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Scented grasses in Norway—identity and uses

Overview of attention for article published in Journal of Ethnobiology and Ethnomedicine, December 2015
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  • In the top 25% of all research outputs scored by Altmetric
  • Good Attention Score compared to outputs of the same age (78th percentile)
  • Good Attention Score compared to outputs of the same age and source (78th percentile)

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8 tweeters
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1 Facebook page

Citations

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2 Dimensions

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20 Mendeley
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Title
Scented grasses in Norway—identity and uses
Published in
Journal of Ethnobiology and Ethnomedicine, December 2015
DOI 10.1186/s13002-015-0070-y
Pubmed ID
Authors

Torbjørn Alm

Abstract

Some grass species are richer in coumarin and thus more sweetly scented than others. These have been eagerly sought after in parts of Norway, but the tradition has been weakly documented, both in terms of the species collected, their vernacular names, and uses. Based on literature data and a substantial body of information collected during my own ethnobotanical field work, artefacts and voucher specimens, the grass species are identified, and their uses clarified. In Norwegian literature, the tradition of collecting and using scented grasses has received little attention, and past authors largely refer it to Anthoxanthum spp. The tradition's concentration to the Sámi strongholds of northernmost Norway, and most authors' lacking knowledge of the Sámi language, have contributed to the weak and misleading coverage in previous publications. Coumarin-rich grass species are well known in folk tradition in northernmost Norway, as luktegress (Norwegian, "scent grass"), háissasuoidni (North Sámi, "scent grass"), hajuheinä (Finnish, "scent grass"), or similar terms. They have been (and still are) frequently collected, and used as perfume, for storing with clothes, and a number of other purposes. Despite literature records identifying the species used as Anthoxanthum odoratum coll. (including A. nipponicum), the main source utilized in North Norway is Hierochloë odorata, both ssp. arctica and ssp. odorata. Anthoxanthum nipponicum and Milium effusum are alternative, but infrequently used sources of material, depending on local tradition and availability. By far the most important grass species hiding behind the "scented grass" tradition in Norway is Hierochloë odorata. Anthoxanthum nipponicum is also used, but much less frequently, and only a single record confirms the use of Milium effusum. Only the foliage of Hierochloë provides suitable material for making traditional braids. The three major ethnic groups in Norway have all utilized scented grasses as perfume and for storing with clothes, but the tradition's geographical concentration to the far north of Norway (Finnmark and NE Troms), suggests that it has originally mainly been a Sámi tradition, adopted by their neighbours.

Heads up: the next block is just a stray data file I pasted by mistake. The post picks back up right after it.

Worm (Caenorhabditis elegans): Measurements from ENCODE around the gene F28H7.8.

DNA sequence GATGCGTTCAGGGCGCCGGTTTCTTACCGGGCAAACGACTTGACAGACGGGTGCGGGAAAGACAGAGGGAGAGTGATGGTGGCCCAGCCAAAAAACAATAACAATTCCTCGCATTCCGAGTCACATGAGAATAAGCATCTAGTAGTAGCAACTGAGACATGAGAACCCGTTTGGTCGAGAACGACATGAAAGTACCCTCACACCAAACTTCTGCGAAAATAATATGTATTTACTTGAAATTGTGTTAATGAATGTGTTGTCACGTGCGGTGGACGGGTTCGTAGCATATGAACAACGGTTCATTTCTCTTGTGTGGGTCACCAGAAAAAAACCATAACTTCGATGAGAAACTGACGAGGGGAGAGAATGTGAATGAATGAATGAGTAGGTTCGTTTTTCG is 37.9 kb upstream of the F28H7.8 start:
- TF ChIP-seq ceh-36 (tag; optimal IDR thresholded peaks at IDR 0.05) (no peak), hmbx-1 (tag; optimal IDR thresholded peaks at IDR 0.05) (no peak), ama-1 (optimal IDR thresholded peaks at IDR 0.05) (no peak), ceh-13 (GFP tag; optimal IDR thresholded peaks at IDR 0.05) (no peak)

Twitter Demographics

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Mendeley readers

The data shown below were compiled from readership statistics for 20 Mendeley readers of this research output. Click here to see the associated Mendeley record.

Geographical breakdown

Country Count As %
Unknown 20 100%

Demographic breakdown

Readers by professional status Count As %
Student > Ph. D. Student 5 25%
Researcher 3 15%
Professor > Associate Professor 3 15%
Librarian 2 10%
Student > Bachelor 2 10%
Other 2 10%
Unknown 3 15%
Readers by discipline Count As %
Agricultural and Biological Sciences 7 35%
Social Sciences 4 20%
Biochemistry, Genetics and Molecular Biology 3 15%
Arts and Humanities 1 5%
Psychology 1 5%
Other 2 10%
Unknown 2 10%

Attention Score in Context

This research output has an Altmetric Attention Score of 6. This is our high-level measure of the quality and quantity of online attention that it has received. This Attention Score, as well as the ranking and number of research outputs shown below, was calculated when the research output was last mentioned on 03 September 2018.
All research outputs
#4,446,344
of 18,883,809 outputs
Outputs from Journal of Ethnobiology and Ethnomedicine
#157
of 694 outputs
Outputs of similar age
#84,018
of 385,103 outputs
Outputs of similar age from Journal of Ethnobiology and Ethnomedicine
#15
of 65 outputs
Altmetric has tracked 18,883,809 research outputs across all sources so far. Compared to these this one has done well and is in the 76th percentile: it's in the top 25% of all research outputs ever tracked by Altmetric.
So far Altmetric has tracked 694 research outputs from this source. They typically receive a little more attention than average, with a mean Attention Score of 5.1. This one has done well, scoring higher than 77% of its peers.
Older research outputs will score higher simply because they've had more time to accumulate mentions. To account for age we can compare this Altmetric Attention Score to the 385,103 tracked outputs that were published within six weeks on either side of this one in any source. This one has done well, scoring higher than 78% of its contemporaries.
We're also able to compare this research output to 65 others from the same source and published within six weeks on either side of this one. This one has done well, scoring higher than 78% of its contemporaries.